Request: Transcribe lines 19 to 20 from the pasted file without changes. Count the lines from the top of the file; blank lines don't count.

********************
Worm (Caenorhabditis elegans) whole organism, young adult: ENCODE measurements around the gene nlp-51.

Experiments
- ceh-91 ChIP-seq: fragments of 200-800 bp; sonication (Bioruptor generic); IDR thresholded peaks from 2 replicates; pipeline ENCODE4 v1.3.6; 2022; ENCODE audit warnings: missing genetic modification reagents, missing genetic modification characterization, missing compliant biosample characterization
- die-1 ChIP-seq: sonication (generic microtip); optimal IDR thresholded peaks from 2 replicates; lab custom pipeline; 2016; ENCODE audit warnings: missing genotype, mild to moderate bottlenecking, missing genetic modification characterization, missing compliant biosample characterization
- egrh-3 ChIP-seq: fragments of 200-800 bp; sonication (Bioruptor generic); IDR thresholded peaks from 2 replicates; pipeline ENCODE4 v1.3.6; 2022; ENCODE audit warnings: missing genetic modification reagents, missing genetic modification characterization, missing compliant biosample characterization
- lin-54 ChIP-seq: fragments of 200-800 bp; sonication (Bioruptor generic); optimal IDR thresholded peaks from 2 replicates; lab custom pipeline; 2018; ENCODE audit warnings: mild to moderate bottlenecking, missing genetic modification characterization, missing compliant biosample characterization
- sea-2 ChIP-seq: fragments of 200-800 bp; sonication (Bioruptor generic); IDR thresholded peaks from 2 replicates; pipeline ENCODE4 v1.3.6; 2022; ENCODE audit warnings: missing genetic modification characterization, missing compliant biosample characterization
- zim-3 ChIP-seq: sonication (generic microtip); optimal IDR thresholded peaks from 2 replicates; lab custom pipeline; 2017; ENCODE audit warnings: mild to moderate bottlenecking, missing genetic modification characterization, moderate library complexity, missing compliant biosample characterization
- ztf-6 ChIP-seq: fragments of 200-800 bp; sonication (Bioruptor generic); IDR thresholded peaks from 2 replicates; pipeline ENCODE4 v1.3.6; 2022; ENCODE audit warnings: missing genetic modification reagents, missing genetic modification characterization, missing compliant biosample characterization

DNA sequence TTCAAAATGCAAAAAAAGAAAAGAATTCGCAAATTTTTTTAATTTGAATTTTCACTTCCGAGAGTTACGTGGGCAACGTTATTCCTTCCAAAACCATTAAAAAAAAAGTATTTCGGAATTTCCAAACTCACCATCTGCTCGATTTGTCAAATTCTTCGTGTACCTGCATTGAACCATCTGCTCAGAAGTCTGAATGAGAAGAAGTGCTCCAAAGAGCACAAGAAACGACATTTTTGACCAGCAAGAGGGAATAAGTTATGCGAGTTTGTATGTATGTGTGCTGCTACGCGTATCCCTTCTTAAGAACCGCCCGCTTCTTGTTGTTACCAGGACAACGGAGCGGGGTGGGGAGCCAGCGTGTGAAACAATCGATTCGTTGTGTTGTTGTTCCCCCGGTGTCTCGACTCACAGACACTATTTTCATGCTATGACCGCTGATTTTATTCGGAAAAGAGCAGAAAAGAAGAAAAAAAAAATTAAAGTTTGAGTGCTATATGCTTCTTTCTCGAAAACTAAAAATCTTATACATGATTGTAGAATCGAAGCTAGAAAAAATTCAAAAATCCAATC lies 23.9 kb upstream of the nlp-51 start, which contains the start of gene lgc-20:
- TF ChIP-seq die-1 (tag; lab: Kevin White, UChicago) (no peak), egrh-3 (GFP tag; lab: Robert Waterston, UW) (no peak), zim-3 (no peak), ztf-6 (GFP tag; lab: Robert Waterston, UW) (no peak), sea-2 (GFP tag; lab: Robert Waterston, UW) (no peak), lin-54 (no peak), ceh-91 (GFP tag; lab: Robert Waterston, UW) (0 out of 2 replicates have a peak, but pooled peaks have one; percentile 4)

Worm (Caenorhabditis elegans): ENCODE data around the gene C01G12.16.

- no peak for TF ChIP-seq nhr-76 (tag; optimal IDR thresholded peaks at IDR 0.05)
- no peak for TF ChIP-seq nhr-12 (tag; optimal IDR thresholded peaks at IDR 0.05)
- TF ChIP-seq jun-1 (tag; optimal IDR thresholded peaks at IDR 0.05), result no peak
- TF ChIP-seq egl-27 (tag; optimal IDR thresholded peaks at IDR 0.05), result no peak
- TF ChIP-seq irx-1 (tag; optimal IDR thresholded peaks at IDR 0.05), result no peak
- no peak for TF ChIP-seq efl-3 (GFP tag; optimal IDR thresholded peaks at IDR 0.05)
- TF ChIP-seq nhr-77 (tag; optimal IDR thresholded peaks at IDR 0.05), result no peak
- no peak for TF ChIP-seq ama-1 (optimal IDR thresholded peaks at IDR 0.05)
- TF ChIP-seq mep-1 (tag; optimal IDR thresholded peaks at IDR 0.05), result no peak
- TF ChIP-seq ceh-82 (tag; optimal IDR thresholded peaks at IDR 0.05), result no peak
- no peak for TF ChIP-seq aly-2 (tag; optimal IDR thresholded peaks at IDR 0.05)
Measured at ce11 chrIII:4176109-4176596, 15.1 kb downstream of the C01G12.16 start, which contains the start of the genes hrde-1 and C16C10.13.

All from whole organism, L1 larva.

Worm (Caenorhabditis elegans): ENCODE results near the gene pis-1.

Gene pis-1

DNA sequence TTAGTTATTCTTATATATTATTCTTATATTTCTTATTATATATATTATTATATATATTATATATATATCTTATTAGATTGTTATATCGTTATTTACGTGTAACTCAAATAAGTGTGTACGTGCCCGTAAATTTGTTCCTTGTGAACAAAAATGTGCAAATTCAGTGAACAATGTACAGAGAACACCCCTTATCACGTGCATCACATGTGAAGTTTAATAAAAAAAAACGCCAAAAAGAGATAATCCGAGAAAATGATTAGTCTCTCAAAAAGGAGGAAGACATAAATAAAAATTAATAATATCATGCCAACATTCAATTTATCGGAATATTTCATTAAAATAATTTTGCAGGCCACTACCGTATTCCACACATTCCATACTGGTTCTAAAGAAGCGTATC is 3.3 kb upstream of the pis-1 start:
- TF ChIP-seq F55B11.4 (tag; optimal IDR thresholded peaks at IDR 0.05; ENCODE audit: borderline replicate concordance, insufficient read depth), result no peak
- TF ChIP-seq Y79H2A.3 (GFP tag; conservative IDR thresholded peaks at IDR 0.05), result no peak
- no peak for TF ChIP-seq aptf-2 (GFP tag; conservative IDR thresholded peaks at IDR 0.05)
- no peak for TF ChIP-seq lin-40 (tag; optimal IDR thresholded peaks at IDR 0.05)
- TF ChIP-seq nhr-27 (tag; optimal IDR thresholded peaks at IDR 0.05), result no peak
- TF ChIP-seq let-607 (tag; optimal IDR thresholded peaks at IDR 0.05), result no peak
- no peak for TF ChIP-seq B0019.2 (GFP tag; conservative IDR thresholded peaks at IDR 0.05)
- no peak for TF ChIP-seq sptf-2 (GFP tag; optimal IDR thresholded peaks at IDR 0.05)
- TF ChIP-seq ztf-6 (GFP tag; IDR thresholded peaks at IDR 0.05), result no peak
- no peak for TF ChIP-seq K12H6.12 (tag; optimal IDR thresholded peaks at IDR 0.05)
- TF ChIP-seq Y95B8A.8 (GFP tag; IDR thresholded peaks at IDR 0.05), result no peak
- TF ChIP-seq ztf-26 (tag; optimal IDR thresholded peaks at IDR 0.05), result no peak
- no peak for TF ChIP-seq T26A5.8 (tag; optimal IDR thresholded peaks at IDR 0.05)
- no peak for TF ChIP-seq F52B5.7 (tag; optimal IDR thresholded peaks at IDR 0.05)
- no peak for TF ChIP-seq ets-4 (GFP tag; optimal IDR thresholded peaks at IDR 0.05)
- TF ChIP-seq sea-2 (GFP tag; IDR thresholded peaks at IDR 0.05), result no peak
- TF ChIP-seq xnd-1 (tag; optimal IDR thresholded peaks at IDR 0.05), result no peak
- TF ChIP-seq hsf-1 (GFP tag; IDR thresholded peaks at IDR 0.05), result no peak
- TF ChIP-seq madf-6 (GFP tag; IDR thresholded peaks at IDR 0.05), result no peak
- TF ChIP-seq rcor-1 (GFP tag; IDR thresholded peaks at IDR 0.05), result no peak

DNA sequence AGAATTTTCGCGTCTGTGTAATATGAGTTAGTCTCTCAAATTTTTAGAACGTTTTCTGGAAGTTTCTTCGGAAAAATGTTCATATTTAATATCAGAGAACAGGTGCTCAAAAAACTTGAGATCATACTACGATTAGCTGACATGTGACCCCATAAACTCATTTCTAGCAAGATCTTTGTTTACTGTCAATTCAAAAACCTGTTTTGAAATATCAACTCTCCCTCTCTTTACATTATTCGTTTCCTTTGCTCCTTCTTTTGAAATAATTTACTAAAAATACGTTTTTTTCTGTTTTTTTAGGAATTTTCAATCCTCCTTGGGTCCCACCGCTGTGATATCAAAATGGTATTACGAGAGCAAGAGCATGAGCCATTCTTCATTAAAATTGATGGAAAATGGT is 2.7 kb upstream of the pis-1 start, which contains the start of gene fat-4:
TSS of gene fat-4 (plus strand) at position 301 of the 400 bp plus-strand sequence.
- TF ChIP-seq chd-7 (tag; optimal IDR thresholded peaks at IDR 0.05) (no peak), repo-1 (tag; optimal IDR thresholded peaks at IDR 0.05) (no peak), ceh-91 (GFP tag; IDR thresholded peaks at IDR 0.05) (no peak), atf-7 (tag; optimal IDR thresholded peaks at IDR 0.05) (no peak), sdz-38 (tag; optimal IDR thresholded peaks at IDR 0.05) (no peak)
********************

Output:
- TF ChIP-seq nhr-77 (tag; optimal IDR thresholded peaks at IDR 0.05), result no peak
- no peak for TF ChIP-seq ama-1 (optimal IDR thresholded peaks at IDR 0.05)